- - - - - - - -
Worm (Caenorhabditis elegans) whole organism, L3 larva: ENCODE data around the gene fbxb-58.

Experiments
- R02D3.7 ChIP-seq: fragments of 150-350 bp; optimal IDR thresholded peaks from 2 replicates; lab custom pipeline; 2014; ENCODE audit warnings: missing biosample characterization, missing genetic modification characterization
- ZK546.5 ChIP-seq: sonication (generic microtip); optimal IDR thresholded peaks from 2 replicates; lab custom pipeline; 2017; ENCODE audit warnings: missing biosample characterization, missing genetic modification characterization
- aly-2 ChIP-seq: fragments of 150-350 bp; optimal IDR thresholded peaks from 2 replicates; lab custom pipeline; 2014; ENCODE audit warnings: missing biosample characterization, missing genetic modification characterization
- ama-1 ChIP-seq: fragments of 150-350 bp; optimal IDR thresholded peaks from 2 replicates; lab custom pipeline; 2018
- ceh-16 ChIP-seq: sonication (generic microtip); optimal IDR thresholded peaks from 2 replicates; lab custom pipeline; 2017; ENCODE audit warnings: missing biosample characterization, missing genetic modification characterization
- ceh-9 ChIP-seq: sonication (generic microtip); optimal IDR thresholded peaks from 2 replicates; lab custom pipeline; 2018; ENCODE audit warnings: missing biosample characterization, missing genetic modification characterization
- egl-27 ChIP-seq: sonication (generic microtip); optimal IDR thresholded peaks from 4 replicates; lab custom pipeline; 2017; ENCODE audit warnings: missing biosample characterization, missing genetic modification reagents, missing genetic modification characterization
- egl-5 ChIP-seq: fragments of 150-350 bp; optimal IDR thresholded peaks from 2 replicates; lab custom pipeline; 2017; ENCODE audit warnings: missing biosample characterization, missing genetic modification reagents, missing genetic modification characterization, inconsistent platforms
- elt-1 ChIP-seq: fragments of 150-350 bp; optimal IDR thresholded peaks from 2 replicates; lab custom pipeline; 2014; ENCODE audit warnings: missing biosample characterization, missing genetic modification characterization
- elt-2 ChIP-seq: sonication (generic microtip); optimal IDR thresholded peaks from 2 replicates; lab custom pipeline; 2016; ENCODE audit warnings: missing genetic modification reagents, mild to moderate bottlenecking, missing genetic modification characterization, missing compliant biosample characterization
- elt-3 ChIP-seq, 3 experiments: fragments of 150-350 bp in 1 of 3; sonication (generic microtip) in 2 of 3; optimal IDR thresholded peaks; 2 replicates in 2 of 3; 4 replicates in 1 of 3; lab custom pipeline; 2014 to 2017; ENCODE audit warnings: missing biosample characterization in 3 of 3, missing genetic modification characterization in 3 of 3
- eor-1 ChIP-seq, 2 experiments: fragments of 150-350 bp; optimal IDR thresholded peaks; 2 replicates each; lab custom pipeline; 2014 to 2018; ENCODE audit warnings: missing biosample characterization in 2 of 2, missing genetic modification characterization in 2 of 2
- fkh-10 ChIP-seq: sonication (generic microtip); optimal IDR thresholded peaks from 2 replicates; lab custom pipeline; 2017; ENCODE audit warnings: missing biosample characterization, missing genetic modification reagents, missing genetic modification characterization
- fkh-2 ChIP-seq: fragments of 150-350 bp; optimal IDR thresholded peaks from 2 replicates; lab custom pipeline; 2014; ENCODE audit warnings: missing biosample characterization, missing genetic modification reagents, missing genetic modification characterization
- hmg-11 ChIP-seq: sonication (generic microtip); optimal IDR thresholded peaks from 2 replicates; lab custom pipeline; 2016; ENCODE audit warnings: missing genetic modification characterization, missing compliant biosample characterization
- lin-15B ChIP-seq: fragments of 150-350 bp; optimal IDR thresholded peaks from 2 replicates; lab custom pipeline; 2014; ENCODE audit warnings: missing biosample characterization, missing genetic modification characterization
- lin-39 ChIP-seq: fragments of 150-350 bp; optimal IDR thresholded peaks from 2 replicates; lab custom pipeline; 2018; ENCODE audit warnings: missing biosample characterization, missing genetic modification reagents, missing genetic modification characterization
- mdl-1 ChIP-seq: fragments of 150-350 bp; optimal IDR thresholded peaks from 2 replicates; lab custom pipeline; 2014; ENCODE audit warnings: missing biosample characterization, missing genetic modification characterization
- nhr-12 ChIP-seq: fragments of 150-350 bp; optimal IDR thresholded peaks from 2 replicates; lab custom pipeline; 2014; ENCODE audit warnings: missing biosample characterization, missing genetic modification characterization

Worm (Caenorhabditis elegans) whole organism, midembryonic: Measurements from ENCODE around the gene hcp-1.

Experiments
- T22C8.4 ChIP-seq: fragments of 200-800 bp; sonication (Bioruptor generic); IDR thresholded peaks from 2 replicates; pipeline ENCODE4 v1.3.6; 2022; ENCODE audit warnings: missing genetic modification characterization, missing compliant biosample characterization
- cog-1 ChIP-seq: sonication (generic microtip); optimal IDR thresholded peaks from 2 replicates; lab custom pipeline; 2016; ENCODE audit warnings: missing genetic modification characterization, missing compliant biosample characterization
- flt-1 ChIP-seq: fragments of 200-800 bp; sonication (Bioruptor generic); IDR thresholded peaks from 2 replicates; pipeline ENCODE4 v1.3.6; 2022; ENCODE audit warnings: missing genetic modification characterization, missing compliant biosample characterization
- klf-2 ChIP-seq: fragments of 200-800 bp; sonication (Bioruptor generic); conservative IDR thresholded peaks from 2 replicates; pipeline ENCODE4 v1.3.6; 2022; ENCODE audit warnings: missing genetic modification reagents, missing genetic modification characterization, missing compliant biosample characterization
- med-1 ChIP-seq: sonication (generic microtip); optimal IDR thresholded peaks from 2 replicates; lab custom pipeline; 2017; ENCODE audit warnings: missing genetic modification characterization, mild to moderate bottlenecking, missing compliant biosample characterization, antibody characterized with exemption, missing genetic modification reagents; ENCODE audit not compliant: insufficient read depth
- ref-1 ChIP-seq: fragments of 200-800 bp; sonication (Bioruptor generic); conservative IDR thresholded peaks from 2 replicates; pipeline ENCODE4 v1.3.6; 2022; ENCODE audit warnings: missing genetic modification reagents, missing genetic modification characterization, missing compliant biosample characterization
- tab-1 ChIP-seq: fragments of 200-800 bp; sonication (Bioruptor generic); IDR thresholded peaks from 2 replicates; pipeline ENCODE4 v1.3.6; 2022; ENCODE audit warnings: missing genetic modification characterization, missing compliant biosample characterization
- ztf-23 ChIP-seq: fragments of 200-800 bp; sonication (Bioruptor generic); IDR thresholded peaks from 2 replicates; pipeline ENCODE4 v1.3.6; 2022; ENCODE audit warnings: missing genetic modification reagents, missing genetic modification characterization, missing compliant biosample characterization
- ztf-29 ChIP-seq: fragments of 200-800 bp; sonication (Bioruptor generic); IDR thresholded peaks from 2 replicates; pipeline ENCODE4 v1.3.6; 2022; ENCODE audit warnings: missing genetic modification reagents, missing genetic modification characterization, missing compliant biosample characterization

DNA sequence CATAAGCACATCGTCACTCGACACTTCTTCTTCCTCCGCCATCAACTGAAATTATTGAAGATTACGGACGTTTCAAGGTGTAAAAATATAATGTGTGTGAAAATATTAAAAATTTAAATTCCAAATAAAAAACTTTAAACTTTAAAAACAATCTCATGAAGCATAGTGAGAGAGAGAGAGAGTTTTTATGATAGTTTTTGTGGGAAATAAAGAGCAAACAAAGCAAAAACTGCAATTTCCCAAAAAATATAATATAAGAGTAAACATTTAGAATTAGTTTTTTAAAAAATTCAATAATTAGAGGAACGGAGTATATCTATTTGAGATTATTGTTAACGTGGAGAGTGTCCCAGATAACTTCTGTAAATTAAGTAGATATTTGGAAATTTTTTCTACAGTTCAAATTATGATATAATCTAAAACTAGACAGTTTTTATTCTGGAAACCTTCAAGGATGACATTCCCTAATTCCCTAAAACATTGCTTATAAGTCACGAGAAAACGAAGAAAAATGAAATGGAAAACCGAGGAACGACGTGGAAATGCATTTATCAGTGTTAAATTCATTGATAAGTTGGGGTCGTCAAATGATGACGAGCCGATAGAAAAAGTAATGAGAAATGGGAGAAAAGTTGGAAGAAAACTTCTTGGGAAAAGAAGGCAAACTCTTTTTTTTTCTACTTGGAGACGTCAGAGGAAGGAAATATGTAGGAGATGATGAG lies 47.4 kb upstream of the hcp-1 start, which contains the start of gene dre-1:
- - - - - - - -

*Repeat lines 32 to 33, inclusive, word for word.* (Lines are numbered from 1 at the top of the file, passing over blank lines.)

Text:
- ztf-29 ChIP-seq: fragments of 200-800 bp; sonication (Bioruptor generic); IDR thresholded peaks from 2 replicates; pipeline ENCODE4 v1.3.6; 2022; ENCODE audit warnings: missing genetic modification reagents, missing genetic modification characterization, missing compliant biosample characterization

DNA sequence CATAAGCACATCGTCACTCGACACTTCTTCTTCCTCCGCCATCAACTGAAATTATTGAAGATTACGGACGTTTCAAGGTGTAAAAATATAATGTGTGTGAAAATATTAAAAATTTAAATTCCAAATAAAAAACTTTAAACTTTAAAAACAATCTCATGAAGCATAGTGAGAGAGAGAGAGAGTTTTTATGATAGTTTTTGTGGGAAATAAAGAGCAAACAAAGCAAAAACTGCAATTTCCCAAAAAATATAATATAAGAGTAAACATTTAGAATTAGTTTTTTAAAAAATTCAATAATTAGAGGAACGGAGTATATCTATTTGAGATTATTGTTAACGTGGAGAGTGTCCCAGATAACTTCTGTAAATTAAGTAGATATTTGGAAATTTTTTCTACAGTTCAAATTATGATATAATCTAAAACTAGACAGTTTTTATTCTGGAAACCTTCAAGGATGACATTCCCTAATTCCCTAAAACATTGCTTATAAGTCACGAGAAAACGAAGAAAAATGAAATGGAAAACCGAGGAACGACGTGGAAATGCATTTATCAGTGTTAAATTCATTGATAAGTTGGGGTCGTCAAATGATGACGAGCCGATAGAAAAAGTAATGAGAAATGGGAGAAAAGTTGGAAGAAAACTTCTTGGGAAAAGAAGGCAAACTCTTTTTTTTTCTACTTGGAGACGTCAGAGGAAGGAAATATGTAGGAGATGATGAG lies 47.4 kb upstream of the hcp-1 start, which contains the start of gene dre-1: